Trucks make better Broughams than most any Oldsmobile

    After being firmly a manual trans guy, then really liking modern dual clutch stuff, I have come home and will always gram the manual when available.

    I really like electric powertrains, I just don’t particularly care for any of the cars they are in that aren’t deep into six figures, mini potentially excluded if I ever see one.

  • avatar

    When I was a teenager my perception of “electric cars” was of glorified golf carts like the CitiCar. Much later, they became interesting but impractical cars like the GM EV1 that had too short a range, were too small, and would be too expensive to seriously compete with ICE-powered vehicles. By the ’00s a few five-seater vehicles like the Honda EV Plus or last-gen Toyota RAV4s represented EVs – still too expensive, still too short a range. Then came the Tesla Model S which wiped away all my previous notions regarding EVs; suddenly they were fast, attractive, practical, futuristic, had good range, and most surprisingly, had cachet. The Model 3 had all those attributes plus semi-affordability.

  • avatar

    I used to think more highly of BMW, Honda and Toyota than I do now that I know actual owners. Growing up my uncle had a Toyota truck and an FJ40. Dead nuts reliable. The moderns stuff, not so much. I know one guy that grew up a Toyota guy but they left him stranded one too many times. He has a Colorado now. Anyway, I have enough anecdotal evidence from people that I don’t believe they are any better than anything else on the road and BMW is probably on the left side of that bell curve. I would still have no problems buying a Honda motorcycle though.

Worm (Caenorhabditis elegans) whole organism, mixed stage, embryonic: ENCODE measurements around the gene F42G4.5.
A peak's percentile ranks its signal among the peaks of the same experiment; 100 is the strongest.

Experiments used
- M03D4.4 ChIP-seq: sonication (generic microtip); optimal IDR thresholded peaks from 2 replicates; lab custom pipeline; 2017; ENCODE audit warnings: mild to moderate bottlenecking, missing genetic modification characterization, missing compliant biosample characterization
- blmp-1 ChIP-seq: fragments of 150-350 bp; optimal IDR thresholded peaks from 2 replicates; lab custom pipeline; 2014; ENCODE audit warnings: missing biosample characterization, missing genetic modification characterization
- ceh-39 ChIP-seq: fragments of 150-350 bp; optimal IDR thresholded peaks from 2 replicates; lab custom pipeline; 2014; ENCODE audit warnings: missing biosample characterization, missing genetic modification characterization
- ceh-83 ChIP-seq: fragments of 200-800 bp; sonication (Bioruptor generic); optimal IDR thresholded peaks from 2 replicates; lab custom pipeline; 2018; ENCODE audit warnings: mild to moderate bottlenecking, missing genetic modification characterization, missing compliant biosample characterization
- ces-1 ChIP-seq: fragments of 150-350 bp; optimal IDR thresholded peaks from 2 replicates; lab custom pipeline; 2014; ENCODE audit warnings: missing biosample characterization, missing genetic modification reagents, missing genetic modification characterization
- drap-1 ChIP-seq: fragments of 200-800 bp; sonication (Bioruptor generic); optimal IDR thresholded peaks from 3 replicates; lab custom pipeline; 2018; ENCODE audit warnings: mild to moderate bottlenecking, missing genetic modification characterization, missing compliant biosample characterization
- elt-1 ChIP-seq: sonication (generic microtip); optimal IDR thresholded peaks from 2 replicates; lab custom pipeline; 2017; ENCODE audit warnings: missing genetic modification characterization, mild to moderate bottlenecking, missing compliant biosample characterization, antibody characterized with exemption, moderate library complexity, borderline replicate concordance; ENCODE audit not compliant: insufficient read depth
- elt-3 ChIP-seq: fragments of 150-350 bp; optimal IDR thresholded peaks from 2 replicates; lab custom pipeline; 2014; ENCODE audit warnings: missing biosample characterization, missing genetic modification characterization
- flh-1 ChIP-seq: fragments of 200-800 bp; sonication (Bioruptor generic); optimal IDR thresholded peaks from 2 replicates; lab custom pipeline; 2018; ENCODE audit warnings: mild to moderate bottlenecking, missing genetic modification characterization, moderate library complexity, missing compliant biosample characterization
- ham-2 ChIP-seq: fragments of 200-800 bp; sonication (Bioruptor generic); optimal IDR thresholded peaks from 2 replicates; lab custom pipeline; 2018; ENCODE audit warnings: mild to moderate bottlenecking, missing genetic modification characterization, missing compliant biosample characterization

I never thought much of Mercedes and while I like the style on many but not all Jags, I couldn’t bring myself to buy one with my own money. I I were to buy something less than reliable I would get an A/R. At least the time I could drive it would be glorious fun.

  • avatar

    The path the Koreans cut into the US market has been impressive. I remember when the first Hyundai Excel arrived – it was known for being about the cheapest thing you could drive. And while today’s Hyundai’s are still a low cost vehicle their quality and style are not longer an embarrassment. In fact given a choice at the rental counter I happily take a H/K vehicle. I find their non-sense interiors to be the most user friendly choice. My parents who owned nothing but American vehicles their entire life actually had a Sonata for awhile before my mother’s hip requiring getting a CUV which put them into a Ford Escape.

    Despite years of bashing GM I bought a C7 Corvette. There are still things about the car that reek of “old GM” but the strong points outweigh them now. The engineering and technology in the car is on point and even head of the class in some areas (mag-ride, eLSD, composite body panels, aluminum chassis, PTM system). The interior is no longer made from playskool parts and has almost pulled even with the Germans now.

    On the flip side, after putting BMW and Audi on a pedestal for many years I’ve grown to realize they are not a smart buy.

  • avatar

    In the old days, either the car rusted to oblivion or the drive train failed first. Nowadays I notice that suspension wears out first. I’ve spent a lot more on sway bars, bushings and bearings than on engine or tranny work in recent years. The end result is old cars that may run well and look good but are unsafe to drive.